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Sociomathematical norms and student autonomy in Calculus II Honors students. (English)
Berenson, Sarah et al., PME-NA-20: 20. annual meeting of the North American Chapter of the International Group for the Psychology of Mathematics Education. Proceedings. Vol. 1. ,. 131-135.
Summary: This study compared performance and the nature of students’ intellectual autonomy in two sections of a second calculus course. An inquiry-based approach to instruction and the TI-92 graphing and symbolic calculator was used in an experimental section while a more traditional mode of instruction and standard graphing calculators were used in the control section. At a macro level, there was no significant difference in students’ performance on the common final exam. However, individual student interviews revealed a striking difference in the nature of students’ intellectual autonomy. In the experimental section, the two students interviewed reasoned in multiple ways regarding the viability of their solution. In contrast, the two students from the control section appeared to be limited to checking their calculations and looked to the interviewer for confirmation that their solution was correct. In part, we attribute these important differences to classroom norms regarding what constitutes an acceptable mathematical justification.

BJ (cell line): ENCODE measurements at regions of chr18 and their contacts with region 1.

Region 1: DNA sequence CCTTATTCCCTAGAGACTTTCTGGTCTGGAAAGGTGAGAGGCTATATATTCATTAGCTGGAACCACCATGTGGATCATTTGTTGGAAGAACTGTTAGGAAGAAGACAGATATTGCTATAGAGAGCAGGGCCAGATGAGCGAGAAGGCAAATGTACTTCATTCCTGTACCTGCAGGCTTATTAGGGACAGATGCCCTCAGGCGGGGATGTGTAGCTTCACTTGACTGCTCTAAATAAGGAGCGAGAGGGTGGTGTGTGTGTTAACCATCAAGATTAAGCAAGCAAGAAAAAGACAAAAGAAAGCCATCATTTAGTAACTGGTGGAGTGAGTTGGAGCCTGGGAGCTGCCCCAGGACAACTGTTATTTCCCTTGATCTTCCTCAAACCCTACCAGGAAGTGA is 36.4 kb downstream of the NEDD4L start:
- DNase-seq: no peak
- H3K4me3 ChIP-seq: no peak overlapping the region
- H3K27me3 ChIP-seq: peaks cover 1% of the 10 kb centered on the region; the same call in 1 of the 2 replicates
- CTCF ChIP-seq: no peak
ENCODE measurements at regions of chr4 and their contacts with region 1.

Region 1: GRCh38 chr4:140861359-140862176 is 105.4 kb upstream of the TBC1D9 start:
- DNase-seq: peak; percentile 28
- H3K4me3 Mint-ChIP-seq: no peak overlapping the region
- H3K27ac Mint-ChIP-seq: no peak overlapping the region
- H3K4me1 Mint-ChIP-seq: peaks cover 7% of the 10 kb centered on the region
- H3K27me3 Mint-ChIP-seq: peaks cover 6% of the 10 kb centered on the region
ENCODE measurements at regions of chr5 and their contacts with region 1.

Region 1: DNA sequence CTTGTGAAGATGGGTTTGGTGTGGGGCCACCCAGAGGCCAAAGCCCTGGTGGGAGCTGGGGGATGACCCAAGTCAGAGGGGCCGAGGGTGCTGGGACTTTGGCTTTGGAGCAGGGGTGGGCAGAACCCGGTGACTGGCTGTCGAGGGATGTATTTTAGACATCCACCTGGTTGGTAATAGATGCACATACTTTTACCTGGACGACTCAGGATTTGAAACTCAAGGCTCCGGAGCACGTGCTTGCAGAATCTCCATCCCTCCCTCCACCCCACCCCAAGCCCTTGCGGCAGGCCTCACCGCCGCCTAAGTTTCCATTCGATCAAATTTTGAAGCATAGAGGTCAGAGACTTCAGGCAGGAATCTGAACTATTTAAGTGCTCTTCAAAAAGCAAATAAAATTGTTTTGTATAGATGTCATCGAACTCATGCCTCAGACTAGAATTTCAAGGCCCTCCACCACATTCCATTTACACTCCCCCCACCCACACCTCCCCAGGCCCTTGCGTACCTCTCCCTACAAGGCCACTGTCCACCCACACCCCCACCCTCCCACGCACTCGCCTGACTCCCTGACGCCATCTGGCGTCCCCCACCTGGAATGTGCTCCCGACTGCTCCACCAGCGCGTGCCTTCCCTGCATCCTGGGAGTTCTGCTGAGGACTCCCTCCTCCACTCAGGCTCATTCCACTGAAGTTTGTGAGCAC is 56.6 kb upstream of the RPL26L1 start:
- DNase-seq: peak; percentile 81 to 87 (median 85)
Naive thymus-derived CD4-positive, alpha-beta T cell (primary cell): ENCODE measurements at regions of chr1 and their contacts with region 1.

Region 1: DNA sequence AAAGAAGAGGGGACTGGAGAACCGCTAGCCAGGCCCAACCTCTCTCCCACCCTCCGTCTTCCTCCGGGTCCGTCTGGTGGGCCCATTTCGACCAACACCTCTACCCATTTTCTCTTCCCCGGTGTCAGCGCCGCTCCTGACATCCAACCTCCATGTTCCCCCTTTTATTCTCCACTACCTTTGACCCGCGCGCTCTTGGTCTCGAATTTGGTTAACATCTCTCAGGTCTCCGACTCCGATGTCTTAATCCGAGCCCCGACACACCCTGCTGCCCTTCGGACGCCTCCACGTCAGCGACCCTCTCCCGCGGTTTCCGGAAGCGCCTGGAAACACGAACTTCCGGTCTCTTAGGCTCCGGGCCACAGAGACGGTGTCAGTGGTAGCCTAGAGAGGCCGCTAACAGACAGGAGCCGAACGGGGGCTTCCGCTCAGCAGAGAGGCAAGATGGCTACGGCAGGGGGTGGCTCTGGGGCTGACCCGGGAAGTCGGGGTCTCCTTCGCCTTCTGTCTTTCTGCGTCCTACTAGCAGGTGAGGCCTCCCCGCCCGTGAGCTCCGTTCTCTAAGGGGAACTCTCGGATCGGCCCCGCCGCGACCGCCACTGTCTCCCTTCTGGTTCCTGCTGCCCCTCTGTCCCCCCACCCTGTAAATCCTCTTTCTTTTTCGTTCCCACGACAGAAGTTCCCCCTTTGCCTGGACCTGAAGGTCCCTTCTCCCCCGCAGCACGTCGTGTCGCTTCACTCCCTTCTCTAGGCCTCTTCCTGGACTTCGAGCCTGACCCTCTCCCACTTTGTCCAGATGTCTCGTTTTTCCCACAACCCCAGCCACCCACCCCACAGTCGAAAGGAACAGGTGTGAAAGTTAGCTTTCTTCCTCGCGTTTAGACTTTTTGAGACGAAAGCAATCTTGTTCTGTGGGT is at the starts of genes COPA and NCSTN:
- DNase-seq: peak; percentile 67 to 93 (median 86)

Classification: C75
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